• beautox

    Treating humorous comments like they were serious is strictly not allowed on the internet.

  • Noumenon72

    I did consider that you might be joking, but I thought you would have said "I'd like to see" or "Can we see?" instead of "I can see". Thanks for explaining how you meant it.

  • Matthew Slyfield

    Expecting people to understand that your comment on the internet was humorous is highly delusional.

  • Thomas Reid

    Good call on the Gracchi brothers and Sulla. The faint echoes of the late Roman Republic are worrisome.

  • David in Michigan

    "the two worst presidents" ..... I don't know. We've had a few others who were pretty bad. The competition might be tighter than you think. Fortunately the country has survived. Call me an optimist but I believe it will survive in the future as well, regardless of who the next president is.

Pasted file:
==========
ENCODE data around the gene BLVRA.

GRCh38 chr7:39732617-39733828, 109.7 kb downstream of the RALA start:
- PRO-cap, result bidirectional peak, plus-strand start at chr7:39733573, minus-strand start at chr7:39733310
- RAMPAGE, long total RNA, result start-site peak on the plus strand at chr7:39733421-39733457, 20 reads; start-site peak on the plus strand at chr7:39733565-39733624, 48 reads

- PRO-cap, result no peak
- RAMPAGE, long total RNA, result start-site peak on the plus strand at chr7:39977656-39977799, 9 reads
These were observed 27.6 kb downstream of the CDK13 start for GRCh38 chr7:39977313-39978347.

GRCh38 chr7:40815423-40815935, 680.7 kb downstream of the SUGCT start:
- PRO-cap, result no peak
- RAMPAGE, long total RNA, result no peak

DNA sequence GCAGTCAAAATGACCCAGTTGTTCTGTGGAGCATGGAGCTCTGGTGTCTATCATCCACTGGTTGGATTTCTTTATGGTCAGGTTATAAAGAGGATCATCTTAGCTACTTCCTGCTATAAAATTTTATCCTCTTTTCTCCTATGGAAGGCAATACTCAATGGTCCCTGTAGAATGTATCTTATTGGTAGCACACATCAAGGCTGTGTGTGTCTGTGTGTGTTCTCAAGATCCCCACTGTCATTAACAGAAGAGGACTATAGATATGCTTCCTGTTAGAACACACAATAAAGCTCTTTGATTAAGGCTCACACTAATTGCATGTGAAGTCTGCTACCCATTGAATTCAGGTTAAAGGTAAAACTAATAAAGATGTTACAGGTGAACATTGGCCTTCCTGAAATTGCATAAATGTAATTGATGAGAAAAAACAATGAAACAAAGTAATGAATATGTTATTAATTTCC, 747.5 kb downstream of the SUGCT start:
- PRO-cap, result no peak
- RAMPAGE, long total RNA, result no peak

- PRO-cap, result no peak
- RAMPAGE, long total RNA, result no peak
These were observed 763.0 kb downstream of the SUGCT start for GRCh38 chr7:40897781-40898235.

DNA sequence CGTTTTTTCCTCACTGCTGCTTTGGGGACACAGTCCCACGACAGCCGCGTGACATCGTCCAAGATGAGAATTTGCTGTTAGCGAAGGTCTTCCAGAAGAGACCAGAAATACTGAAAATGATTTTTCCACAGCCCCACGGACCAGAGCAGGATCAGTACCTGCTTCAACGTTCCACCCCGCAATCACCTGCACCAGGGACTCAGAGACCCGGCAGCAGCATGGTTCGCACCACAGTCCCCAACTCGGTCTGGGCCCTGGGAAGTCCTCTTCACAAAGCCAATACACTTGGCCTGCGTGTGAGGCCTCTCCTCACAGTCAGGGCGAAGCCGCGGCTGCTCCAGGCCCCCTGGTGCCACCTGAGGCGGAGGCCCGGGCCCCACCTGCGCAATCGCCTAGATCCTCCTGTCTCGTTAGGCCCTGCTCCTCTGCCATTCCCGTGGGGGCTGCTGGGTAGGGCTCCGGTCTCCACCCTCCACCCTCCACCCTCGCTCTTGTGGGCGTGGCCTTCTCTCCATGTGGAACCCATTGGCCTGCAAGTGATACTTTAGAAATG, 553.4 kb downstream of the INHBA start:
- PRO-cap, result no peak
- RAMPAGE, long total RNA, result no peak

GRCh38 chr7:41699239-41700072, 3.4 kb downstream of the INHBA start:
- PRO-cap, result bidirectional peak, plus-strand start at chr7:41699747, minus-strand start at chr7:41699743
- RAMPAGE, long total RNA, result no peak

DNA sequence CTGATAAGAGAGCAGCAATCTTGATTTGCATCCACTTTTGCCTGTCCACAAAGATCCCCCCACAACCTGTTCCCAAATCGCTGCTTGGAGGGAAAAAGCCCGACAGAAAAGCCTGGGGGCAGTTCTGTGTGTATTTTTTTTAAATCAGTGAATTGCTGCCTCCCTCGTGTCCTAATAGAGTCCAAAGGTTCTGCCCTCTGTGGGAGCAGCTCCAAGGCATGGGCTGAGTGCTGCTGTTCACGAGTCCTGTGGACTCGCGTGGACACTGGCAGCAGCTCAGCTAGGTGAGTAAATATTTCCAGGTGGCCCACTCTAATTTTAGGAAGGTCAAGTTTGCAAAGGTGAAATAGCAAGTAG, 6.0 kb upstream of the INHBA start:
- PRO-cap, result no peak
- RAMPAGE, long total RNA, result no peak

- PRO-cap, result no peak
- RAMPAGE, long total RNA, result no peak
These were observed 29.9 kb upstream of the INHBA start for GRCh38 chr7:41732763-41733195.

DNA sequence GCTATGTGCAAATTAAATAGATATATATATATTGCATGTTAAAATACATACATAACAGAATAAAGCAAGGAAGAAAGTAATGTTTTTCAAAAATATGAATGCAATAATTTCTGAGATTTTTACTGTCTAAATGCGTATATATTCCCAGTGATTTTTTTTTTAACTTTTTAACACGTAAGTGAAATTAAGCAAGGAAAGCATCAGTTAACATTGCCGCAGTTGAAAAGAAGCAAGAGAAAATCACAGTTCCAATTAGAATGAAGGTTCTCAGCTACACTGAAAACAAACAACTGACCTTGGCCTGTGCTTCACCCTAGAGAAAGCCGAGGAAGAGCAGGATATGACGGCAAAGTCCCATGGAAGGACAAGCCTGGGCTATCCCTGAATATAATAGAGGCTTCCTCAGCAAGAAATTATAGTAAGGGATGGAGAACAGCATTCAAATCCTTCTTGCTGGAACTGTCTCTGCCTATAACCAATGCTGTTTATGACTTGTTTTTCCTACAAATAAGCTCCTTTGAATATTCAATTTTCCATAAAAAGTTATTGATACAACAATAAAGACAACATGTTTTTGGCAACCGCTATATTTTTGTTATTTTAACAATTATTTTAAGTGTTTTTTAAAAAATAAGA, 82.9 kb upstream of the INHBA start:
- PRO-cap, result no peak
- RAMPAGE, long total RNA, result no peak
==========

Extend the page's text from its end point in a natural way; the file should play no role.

• Daublin

    I've brought up the drone bombings several times in last few years, and the reaction I always get is one of mysticism. They first of all wonder if I'm correct, because they haven't heard anything about it. They second wonder if I'm not just one of THEM and therefore complaining about everything Obama does.

    The part of it that really gets me is the children being bombed. Bombing American citizens is pretty bad, but is surpassed in my mind by the children who are killed by these drones. Did our president not know about the children that got bombed, or did he do it anyway out of a concern for national security?